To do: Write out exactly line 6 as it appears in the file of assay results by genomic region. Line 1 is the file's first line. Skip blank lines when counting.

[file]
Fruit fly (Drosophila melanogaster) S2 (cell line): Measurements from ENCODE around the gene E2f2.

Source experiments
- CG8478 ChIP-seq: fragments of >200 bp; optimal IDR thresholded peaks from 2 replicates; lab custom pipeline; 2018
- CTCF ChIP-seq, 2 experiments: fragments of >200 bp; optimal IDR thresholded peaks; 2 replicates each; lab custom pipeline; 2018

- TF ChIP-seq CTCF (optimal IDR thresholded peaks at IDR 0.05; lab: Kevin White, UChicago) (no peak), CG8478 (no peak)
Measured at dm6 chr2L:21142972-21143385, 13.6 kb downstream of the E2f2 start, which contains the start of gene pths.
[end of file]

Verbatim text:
Measured at dm6 chr2L:21142972-21143385, 13.6 kb downstream of the E2f2 start, which contains the start of gene pths.